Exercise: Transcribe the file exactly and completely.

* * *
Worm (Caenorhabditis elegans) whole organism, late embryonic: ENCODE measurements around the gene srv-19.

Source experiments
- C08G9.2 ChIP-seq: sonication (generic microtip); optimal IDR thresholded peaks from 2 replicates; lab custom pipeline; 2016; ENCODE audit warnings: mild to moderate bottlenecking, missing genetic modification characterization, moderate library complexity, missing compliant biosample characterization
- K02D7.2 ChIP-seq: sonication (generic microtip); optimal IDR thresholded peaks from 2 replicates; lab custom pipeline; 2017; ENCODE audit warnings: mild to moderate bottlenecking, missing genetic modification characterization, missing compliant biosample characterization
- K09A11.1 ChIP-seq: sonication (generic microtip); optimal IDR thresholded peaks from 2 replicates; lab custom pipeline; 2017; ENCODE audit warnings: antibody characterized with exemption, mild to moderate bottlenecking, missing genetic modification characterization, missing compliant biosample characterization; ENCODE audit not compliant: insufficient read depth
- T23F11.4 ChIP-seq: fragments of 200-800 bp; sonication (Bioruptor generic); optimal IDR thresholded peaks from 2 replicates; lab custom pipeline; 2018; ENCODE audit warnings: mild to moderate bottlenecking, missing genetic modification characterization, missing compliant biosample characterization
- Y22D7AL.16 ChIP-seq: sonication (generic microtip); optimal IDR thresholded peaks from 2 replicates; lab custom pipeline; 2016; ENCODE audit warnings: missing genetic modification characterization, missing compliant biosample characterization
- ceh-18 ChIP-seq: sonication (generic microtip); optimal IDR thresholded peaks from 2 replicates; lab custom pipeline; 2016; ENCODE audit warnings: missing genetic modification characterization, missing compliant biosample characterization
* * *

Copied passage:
Worm (Caenorhabditis elegans) whole organism, late embryonic: ENCODE measurements around the gene srv-19.

Source experiments
- C08G9.2 ChIP-seq: sonication (generic microtip); optimal IDR thresholded peaks from 2 replicates; lab custom pipeline; 2016; ENCODE audit warnings: mild to moderate bottlenecking, missing genetic modification characterization, moderate library complexity, missing compliant biosample characterization
- K02D7.2 ChIP-seq: sonication (generic microtip); optimal IDR thresholded peaks from 2 replicates; lab custom pipeline; 2017; ENCODE audit warnings: mild to moderate bottlenecking, missing genetic modification characterization, missing compliant biosample characterization
- K09A11.1 ChIP-seq: sonication (generic microtip); optimal IDR thresholded peaks from 2 replicates; lab custom pipeline; 2017; ENCODE audit warnings: antibody characterized with exemption, mild to moderate bottlenecking, missing genetic modification characterization, missing compliant biosample characterization; ENCODE audit not compliant: insufficient read depth
- T23F11.4 ChIP-seq: fragments of 200-800 bp; sonication (Bioruptor generic); optimal IDR thresholded peaks from 2 replicates; lab custom pipeline; 2018; ENCODE audit warnings: mild to moderate bottlenecking, missing genetic modification characterization, missing compliant biosample characterization
- Y22D7AL.16 ChIP-seq: sonication (generic microtip); optimal IDR thresholded peaks from 2 replicates; lab custom pipeline; 2016; ENCODE audit warnings: missing genetic modification characterization, missing compliant biosample characterization
- ceh-18 ChIP-seq: sonication (generic microtip); optimal IDR thresholded peaks from 2 replicates; lab custom pipeline; 2016; ENCODE audit warnings: missing genetic modification characterization, missing compliant biosample characterization